The loudspeaker at the train station screeched advice to travellers not to spit, while a woman swept the dust around the platform lazily with a broom.
India is on a cleanliness drive and the prime minister had personally swept a street and a school campus to help inculcate the notion of hygiene and civic sense in the vast population.
It was ironic that during the symbolic gesture, a waste paper got caught in a shrub and the prime minister’s broom would not budge it.
I was on Platform No 2 at a railway station in Bengaluru, to travel to my hometown of Secunderabad (which is the twin city of Hyderabad) in the neighbouring state.
Apart from stopping passengers from spitting, the rail authorities should get rid of noise-polluting loudspeakers and the unintelligible messages that emanate from them. It should follow the example of airports that have stopped making announcements on the public address system to give passengers a noise-free ambience.
Medical experts say that noise pollution not only leads to hearing loss, but can also slowly kill you — through hypertension and heart disease — and can give you panic attacks. A study has found that Mumbai is the noisiest Indian city, followed by Lucknow, Hyderabad, Delhi and Chennai.
On the streets, motorists honk loudly at everything on the road — from cows, dogs, to pedestrians — to warn them to get out of the way. No wonder, I am now shouting at everyone when speaking, even when indoors. (When I arrived in Dubai, I found no motorist honked and wondered if everyone was a bad driver).
My wife thought it was silly of me to travel by train, which would take nearly 12 hours to reach my destination, just 700 km away.
Drinking tea blues
I was in no hurry and wanted to see the country at a leisurely pace. (It is another story that I never got to see the countryside as we sped through it in the dead of the night at a rapid-fast jostling speed as I prayed our express train did not hit a herd of wild elephants or a mob of stray cows crossing the tracks).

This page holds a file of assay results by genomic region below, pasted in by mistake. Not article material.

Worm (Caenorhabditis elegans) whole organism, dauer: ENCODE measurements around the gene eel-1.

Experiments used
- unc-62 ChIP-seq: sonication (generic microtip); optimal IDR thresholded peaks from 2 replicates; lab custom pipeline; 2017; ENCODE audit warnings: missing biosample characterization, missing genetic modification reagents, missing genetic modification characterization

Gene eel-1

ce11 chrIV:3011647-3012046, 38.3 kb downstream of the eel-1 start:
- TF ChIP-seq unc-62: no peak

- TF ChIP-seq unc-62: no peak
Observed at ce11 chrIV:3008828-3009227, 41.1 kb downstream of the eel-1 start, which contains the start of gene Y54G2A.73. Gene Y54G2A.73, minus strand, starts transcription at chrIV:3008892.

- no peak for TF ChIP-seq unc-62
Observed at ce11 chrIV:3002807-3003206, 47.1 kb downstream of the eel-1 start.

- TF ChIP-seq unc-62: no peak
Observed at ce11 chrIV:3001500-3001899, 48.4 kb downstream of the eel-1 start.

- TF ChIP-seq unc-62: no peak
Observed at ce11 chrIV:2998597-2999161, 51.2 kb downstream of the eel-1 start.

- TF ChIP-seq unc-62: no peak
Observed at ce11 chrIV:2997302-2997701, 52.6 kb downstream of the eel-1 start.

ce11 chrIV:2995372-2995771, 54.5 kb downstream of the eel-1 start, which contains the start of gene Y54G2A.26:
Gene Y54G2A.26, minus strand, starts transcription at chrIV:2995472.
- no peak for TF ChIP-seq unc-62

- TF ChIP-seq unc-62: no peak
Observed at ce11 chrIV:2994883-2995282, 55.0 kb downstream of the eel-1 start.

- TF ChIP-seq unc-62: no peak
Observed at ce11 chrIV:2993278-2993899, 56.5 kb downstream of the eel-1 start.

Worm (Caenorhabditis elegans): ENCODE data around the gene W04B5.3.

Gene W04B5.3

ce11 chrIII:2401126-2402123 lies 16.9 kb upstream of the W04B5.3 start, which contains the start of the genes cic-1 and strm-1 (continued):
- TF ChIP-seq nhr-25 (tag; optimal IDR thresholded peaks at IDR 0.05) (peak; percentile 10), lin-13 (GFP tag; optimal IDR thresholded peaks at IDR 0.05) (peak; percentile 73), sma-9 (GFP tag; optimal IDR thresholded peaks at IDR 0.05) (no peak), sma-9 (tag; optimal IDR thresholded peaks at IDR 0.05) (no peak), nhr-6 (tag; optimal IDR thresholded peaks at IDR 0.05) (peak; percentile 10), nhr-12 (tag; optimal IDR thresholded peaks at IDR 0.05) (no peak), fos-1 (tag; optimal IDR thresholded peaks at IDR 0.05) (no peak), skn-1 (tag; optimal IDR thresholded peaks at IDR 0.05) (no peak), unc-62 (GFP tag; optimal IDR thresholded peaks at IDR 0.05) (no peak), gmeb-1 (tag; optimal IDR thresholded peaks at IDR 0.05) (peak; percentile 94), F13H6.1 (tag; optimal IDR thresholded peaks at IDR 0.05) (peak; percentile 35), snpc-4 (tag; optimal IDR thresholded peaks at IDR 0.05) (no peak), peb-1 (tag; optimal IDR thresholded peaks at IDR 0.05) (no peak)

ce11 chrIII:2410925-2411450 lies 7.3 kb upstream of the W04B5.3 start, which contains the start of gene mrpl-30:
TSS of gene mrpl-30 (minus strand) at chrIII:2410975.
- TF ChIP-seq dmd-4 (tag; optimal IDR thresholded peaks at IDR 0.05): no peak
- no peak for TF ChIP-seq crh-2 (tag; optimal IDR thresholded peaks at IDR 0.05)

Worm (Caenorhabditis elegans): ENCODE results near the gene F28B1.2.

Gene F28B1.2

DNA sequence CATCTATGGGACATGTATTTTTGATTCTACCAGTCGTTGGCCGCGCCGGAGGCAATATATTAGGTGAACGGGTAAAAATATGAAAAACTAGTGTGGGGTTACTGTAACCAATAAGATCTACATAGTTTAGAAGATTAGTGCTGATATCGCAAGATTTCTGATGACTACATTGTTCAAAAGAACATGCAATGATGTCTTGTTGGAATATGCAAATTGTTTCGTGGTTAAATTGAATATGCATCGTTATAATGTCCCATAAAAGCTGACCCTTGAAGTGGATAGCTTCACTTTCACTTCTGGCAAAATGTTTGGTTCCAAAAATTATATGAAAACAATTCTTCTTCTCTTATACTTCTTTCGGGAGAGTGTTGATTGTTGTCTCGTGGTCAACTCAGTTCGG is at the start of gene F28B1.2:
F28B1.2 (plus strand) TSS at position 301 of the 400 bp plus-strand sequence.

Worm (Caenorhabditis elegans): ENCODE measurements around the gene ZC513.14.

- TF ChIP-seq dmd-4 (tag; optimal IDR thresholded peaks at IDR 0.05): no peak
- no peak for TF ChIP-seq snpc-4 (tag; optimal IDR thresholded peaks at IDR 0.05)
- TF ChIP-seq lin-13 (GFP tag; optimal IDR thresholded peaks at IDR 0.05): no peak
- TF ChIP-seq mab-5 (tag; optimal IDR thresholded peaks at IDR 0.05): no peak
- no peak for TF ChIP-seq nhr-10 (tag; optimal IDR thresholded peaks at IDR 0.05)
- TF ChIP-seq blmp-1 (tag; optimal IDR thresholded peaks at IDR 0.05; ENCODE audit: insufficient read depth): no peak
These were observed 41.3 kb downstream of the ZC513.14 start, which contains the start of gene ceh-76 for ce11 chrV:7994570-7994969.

Booking a train has become easy since the last time I was home. You do not have to stand in a queue at a rail station as everything is done online now. There was an online option for ordering food on the train, as well, and my wife advised that I take with me a strip of Norfloxacin, which is a medicine for Montezuma’s Revenge, or “Delhi belly”, as it is known locally.
But one thing I was sure, that I would never drink tea on the train after photographs of a man preparing tea in a train toilet went viral.
One guy with a steel samovar, jumped into our compartment when we halted briefly at a station, shouting “masala chai”, but I did not have the guts to order a cup of tea, even though I was aware that food or beverages cooked or heated at high temperatures destroys all microbes, bacteria or viruses.
It is not only in India but even in the United States that about 70 million people fall sick due to food-borne illnesses and millions of dollars are lost in productivity, while they undergo medical care. It is strange that Indian streets are so unclean, and it’s got nothing to do with poverty, because other developing countries such as Thailand and Indonesia are cleaner.
Indian homes, on the other hand, are spotlessly clean and hosts ask their guests to leave their dirty shoes at the door. Most homes have a shelf for shoes right at the entrance, with some also offering a chair to sit and remove shoes. Even some gold shops, dentist clinics and typing centres ask customers to remove their shoes before entering. In a land that prioritises ‘Swachhata’ (cleanliness) at home, there is hope that Indians would practise the same outside.
Mahmood Saberi is a storyteller and blogger based in Bengaluru, India. Twitter: @mahmood_saberi.